The juicer: a runner’s go-to kitchen gadget

March 5th, 2014 by | Posted in Articles, Health & Nutrition, Recipes for Runners, Running for Weight Loss | Tags: , , , ,

The juicer.
Getting all your servings of fruits and vegetables can sometimes be a drag, but a great way to make things easier is a small investment in a juicer.

The machine is just what it sounds like. It squeezes fruit and vegetables into juice, and they can be bought for a fairly reasonable price if you keep watch for sales. If you’re patient, you can probably find a half-decent juicer for $100, but make sure you get a study one with a good motor. The last thing you’ll want is to just get the hang of juicing up a post-run snack and having the machine break down on you.

A juicer is one of the few appliances in your kitchen that will actually improve your health. Most of the appliances you use each day are for convenience purposes or frying stuff into submission, but a juicer will make keeping up with fruit and vegetable intake easy. You can knock off half of your recommended servings before heading to work. A full glass of fresh orange juice in the morning will take about five oranges, but of course you can put whatever you want in it. For a bit more of a sour taste, toss a lemon or a grapefruit in the mix.

A few great alternatives to the usual stuff you would find on the juice shelves at the grocery store are cucumbers or kale for a vitamin E and iron boost. You could go for a more antioxidant-based route and juice up a bunch of berries.

One of the best uses of a juicer is taking advantage of whatever has been left neglected that week. Try spicing some things up and going for a more freestyled approach with whatever is in arms reach. Are there a few bruised apples you’ve been avoiding on the counter? Why not mix them up with the blueberries that have been getting a bit more shriveled than you like? You could also toss that tomato you cut one slice off of last week in. Bam, fresh appleberry tomato cocktail. Or you could look to more obscure fruits and vegetables. Beets and sweet potatoes make surprisingly tasty fresh drinks, and the aerobic advantages of beets are fairly well documented.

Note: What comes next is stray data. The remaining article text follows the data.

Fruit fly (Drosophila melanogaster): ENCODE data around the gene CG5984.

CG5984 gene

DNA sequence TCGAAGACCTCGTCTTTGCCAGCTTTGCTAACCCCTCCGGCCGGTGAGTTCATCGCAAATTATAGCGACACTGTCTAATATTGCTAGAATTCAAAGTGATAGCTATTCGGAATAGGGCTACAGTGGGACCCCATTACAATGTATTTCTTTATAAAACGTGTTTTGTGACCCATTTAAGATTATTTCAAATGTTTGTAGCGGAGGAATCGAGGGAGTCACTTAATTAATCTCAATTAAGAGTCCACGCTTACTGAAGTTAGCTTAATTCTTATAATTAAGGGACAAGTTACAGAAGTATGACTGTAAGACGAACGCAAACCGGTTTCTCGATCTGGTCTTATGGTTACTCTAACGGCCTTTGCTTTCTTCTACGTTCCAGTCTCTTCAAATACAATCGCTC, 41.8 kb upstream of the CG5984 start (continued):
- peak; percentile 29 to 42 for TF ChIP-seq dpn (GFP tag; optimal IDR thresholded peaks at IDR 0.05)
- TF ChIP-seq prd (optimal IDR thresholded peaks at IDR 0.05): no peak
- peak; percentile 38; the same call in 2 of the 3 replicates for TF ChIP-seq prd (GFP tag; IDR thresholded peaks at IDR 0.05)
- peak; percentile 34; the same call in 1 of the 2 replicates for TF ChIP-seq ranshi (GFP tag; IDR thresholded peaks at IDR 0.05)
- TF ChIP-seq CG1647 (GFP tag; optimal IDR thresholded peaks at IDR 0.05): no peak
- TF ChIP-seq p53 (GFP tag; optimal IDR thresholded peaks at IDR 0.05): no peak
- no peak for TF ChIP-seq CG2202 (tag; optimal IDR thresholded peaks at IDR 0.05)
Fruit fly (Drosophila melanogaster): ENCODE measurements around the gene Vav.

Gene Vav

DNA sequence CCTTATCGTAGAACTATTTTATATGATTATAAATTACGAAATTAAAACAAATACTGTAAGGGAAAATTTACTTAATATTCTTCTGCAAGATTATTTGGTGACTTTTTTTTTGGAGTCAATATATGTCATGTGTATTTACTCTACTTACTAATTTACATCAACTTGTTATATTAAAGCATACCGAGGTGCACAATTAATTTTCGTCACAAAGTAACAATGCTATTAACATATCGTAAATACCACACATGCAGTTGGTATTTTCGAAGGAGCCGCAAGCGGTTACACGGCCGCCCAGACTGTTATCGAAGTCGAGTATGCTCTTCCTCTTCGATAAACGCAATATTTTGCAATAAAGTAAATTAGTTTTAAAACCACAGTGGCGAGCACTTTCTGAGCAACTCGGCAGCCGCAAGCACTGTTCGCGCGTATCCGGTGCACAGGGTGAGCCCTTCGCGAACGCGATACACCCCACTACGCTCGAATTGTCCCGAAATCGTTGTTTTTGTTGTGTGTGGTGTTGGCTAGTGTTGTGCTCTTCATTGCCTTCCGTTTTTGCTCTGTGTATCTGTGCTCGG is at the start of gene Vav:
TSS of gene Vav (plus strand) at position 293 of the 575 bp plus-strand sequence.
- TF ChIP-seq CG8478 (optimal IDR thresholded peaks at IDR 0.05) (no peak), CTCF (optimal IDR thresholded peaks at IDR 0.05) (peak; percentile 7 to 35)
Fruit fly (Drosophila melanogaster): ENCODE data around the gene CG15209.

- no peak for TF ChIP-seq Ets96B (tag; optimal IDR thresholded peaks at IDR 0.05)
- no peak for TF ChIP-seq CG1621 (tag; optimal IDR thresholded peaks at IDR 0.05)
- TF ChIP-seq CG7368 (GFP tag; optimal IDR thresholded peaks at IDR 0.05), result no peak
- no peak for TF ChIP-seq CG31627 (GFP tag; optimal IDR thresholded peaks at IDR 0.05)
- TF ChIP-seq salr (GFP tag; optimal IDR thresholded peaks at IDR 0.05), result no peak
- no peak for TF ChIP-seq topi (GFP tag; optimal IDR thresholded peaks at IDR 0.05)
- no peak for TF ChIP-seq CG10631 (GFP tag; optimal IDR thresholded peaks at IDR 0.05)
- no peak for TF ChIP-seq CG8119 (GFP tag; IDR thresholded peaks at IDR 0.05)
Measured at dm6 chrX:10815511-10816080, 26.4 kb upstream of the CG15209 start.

After you’ve juiced the goods you’ll be left with a thick pulp-sludge of solids which the machine deemed unsuitable for drink. Your first reaction may be to get rid of this but don’t toss them yet. The pulp has a bunch of uses that go surprisingly well with the juice. A morning juice before work might not leave you enough time to bake a tray of muffins, but on weekends when there’s more time available the pulp makes great baked goods. Some have also used it for cracker dips or thick sauces.

Still, all is not perfect in the land of fresh juicing. It can be messy and, if left unwashed too long, it can become nearly impossible to clean. When you’re done with juicing your drinks, get it in the sink and let it soak until you want to come back and finish washing it. It will save you the time and headache of scraping dried juice off it later.

If you’re interested in wasting less food and fitting more produce in your diet, a juicer might be the way to go. It will save you money on wasted food and will help keep your fruit and vegetable intake up.